Written by Hayley Axford
With South Africa’s current electricity crisis, the country’s economy is constantly at risk as it is forced to rely on one power supplier, Eskom. Holding monopoly over power plants and transmission, Eskom is the sole generator and purchaser of electricity in South Africa. The utility has failed to meet electricity demands, with various problems plaguing its ability to do so.
Since the start of South Africa’s mass electrification programme in 1994, the country has continued to rely on coal as its primary energy resource. Today, with the export demand for our coal, it has put a strain on energy supply, pushing up the cost of electricity. Despite Eskom’s efforts to rectify the situation by building new coal plants, the projects have been inundated with construction and engineering problems as well as mismanagement, with the power utility receiving bailouts from government as well as a controversial $3-billion loan from the World Bank for its Medupi plant. Consumers now bear the brunt of the crisis with an increase in tariffs to compensate for Eskom’s bills and cost trajectories which are much higher than the original forecasts. According to Saliem Fakir, Head of WWF-SA’s Living Planet Unit, if Eskom defaults on loans or has any other financial crises; it will put the entire country’s economy at risk.
Leading up to the 2010 FIFA World Cup which was held in South Africa, there were doubts as to whether Eskom would be able to keep the lights on for the internationally renowned soccer event. Following rolling blackouts in South Africa, questions were asked as to why the power utility was still supplying electricity to neighbouring countries in Africa at a much cheaper cost, without load shedding being implemented there.
The Independent System and Market Operator Bill was designed in 2010 as a suggestion to reform the electricity system so that it can be managed by an independent systems operator. According to The South African Independent Power Producers Association’s managing director, Doug Kuni, an independent grid would create opportunities for independent producers to supply power, thus encouraging investment in electricity generation projects. Eskom would then just become a generator of power, doing this at its own cost and selling electricity to the system along with other suppliers.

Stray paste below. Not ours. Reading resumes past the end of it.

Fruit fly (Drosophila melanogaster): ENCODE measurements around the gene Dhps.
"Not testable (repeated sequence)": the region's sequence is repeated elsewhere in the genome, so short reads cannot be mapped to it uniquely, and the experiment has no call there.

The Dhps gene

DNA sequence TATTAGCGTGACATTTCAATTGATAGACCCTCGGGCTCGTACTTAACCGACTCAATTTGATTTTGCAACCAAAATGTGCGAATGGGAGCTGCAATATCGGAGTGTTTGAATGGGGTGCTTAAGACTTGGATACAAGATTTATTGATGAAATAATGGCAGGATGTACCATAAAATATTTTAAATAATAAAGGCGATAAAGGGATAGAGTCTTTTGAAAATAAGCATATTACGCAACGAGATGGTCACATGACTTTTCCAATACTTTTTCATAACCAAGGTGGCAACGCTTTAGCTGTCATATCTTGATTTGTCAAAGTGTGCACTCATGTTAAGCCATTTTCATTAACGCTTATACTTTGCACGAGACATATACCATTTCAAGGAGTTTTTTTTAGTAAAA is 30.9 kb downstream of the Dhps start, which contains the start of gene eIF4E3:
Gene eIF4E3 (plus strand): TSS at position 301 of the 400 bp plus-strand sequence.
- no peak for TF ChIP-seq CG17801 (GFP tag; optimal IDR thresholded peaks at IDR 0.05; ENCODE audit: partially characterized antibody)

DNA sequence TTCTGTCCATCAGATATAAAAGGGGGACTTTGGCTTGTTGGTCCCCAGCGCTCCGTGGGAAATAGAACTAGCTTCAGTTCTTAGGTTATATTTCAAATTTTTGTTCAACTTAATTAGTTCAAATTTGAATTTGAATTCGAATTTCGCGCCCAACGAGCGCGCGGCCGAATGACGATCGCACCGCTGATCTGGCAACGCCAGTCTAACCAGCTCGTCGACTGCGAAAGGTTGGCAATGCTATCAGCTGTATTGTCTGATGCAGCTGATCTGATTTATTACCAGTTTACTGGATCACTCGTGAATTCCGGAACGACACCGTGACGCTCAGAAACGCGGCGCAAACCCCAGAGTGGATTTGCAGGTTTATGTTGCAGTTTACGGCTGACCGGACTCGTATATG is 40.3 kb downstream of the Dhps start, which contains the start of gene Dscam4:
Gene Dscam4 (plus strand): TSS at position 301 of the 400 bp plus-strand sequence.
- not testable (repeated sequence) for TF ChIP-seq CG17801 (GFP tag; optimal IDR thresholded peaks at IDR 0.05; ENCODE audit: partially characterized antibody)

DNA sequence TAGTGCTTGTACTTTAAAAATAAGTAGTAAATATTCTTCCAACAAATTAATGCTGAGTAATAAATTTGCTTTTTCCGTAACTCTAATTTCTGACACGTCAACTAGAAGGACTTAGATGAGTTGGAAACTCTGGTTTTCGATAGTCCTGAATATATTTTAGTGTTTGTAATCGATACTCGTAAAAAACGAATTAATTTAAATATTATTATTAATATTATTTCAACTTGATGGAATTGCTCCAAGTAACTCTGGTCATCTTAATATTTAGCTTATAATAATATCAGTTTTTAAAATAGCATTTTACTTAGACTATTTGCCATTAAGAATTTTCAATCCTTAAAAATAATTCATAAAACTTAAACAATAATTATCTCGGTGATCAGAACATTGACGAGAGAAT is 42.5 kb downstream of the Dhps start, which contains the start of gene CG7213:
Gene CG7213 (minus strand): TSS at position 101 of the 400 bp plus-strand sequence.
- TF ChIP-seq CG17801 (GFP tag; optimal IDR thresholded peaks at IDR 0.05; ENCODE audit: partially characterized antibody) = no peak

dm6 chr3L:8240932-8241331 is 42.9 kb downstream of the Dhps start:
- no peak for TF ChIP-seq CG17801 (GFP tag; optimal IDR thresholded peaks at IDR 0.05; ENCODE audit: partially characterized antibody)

The National Energy Regulator of South Africa (NERSA) awards licenses to Independent Power Producers (IPPs), allowing them provision for 30 percent of South Africa’s total electricity input, which is then sold to Eskom. IPPs therefore have to enter into a commercial agreement with Eskom, as the utility is the sole owner of the transmission lines that IPPs need to use to transmit power onto the system. With this, Eskom is the only purchaser of electricity, so the utility determines the price at which it will buy power from IPPs, regardless of the high cost of generation for independent producers. Eskom’s monopoly will therefore have to be dismantled due to its conflict of interests in generation and transmission of electricity that directly affects investment into the electricity market. Only a competitive market can guarantee the security of electricity supply to meet the demand for power in the country.
There are plenty of viable options to resolve South Africa’s electricity crisis. With pressure on Eskom to lower their carbon emissions, there is an urgent need to diversify energy resources. Instead of 90 percent of our electricity coming from coal, we can use renewable energy, gas and hydropower. Smaller generators can be utilized for ordinary citizens to generate power for themselves and their excess supply could be sold to the grid or others in their community. Municipalities have a problem with this because they generate revenue from the sale of electricity and if more wealthy people start self-generating, there would be no need to buy electricity and this would affect subsidies for the poor.
Instead of major industrial companies threatening to leave South Africa due to unreliable energy supply, private power utilities could build power stations where electricity is produced specifically for industrial energy and sold directly to companies without needing Eskom’s services at all. Other state utilities like Transnet should be allowed to generate their own power too, which would take so much pressure off of the current electricity grid.
Until laws are changed, Eskom’s mandate to provide basic services will continue to cut deep into the pockets of consumers as well as the tax base as electricity tariffs continue to soar. The utility’s monopoly over electricity supply in South Africa must be dismantled for our energy crisis to be resolved.